Eating My Way Through New York: Chef-Tastic
When planning this trip to New York, one of the places highest on my list to dine was Cosme.
A couple of years ago, while attending the “Worlds of Flavor” conference at the Culinary Institute of America Greystone campus in St. Helena, I had a chance to try a little of Mexico City-chef Enrique Olvera’s innovative cuisine.
Ever since, I have been hooked. And craving more.
This is not your standard tacos and burritos taqueria. This sleek establishment is all about modern Mexican cuisine with star power. The prices reflect that. Yes, guacamole is $17 here. It’s a beautiful bowl of deeply rich smashed avocados strewn with micro herbs and served with huge purple tortilla chips that you break apart to scoop.
If you’re already balking at that price, then this isn’t the place for you. When you walk through the doors, you have to vanquish the notion that Mexican food has to be cheap in order to be worthwhile.
You can get a tostada here, but one topped with uni and bone marrow salsa ($21) that is as wonderful as it sounds.
The El Ninja cocktail ($17) will satisfy any gingerholic like me. You can really taste the pure, fresh ginger juice in it, along with smoky mezcal, gin, vermouth, and shiso. It is garnished with a big chewy, sweet, dried pineapple ring to sooth the heat of the ginger that is sure to warm your throat.
We came for the famous duck carnitas, a family-style dish meant for sharing. It’s a whopping $89, but it’s also an entire duck that takes four days to prepare and confit.
For the two of us, it was more than enough with just two appetizers beforehand. It’s served with mild and hot salsas, lime wedges, and a big stack of soft, purple corn tortillas.
The duck falls apart at the touch of a fork. Spear some to fold inside a tortilla. A squeeze of lime helps cut through the fatty unctuousness of the meat, as do the salsas. It’s probably the most decadent taco you’ll ever enjoy — a little gamey, a whole lot rich, and far more memorable than any ordinary carnitas.
It’s one of the most popular dishes at the restaurant, as evidenced by how many orders we saw coming out of the kitchen that night.
The only way to end the meal is with the signature husk meringue ($16), a unique creation that has become synonymous with Olvera’s talents. Charred, ground corn husk is actually whipped into egg whites and sugar to create a crisp, airy meringue shell. It is then split open and filled with softly whipped cream and a velvety corn mousse that tastes like the best summer corn magnified. It’s sweet, yet savory, and even a little spicy from restrained flecks of chili powder.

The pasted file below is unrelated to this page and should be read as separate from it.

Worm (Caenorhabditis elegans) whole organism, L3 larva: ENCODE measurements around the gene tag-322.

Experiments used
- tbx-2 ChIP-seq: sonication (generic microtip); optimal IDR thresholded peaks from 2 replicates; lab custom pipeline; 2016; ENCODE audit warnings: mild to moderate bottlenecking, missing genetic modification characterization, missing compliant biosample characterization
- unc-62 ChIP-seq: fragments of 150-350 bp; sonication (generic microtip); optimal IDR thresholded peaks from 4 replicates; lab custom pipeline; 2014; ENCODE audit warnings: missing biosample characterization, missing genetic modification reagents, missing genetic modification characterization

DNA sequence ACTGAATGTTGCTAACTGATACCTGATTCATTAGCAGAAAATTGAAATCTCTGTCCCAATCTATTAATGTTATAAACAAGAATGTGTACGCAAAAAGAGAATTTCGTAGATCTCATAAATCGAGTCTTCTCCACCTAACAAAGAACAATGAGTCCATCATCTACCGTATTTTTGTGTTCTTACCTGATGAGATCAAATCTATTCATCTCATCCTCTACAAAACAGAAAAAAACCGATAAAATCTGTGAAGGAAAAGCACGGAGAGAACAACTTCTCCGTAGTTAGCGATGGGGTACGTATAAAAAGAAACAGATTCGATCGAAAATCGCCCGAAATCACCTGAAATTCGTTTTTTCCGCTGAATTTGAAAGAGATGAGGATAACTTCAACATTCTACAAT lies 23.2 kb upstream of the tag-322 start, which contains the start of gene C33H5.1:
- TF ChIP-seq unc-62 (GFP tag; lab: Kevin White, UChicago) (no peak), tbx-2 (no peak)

It is like nothing else you’ve ever had. And it is flat-out sensational. You know how else I know when a dessert is a winner? My husband, aka Meat Boy, will always say at the end of the meal that he doesn’t want any dessert even if I order one. Yet if it’s a great one, he will slyly dip his spoon into it until he’s demolished half of it, which is what he did with this one.
Cosme may blow your budget, but it does so sweetly, sending out mango pate de fruit with the bill. Flecked with salt, lime and chili, it is reminiscent of the favorite street-food preparation of mango, but born anew.
Chef Michael White’s Michelin two-starred temple to seafood and pasta, Marea, has been on my radar for a long time. I’m just glad I finally had a chance to experience it.
This polished restaurant, with its golden glow, glamorous red accents and servers in sharp suits, is definitely made for a special occasion.
Although dishes can be ordered a la carte, the restaurant recommends a $109 four-course prix fixe that allows you to choose a crudo; oysters or antipasto; pasta; fish or meat entree; and dessert from all that’s offered on the regular menu. That’s the way we went.
After an amuse of a crunchy fritter of creamy cauliflower dabbed with caper aioli, we dove in. I chose to pay a $10 supplement to try a trio of crudo: sweet, delicate Pacific langoustine sprinkled simply with Murray River pink salt from Australia; branzino dolloped with sturgeon caviar and mussel vinaigrette; and kinmedai (golden eye snapper) enlivened with onion confit and lemon. It may have been a small portion, but there was no doubting how pristine the seafood was.
In comparison, my husband’s grilled octopus was a surprisingly large tentacle. It was tender and smoky, with a swirl of creamy tonnato to drag it through.
Marea is famed for its fusilli tossed with red wine-braised octopus and bone marrow. It’s dreamy alright. The wine sauce, thick as gravy, tastes like it was simmered for hours. The chewiness of the fusilli married with the toothsome yet tender pieces of octopus. And every now and then, my fork would hit a bit of buttery bone marrow. Talk about striking the mother lode.
My husband’s tagliolini was just as delicious, redolent of clams, calamari and peperoncino in a brothy, briny-olive oil sauce that clung to every supple strand.
Roasted halibut was moist with a lovely golden sear. A ragout of artichokes, purple snap peas, and potatoes brought out the best in each vegetable. Trout roe was sprinkled around, adding a surprise burst of salinity.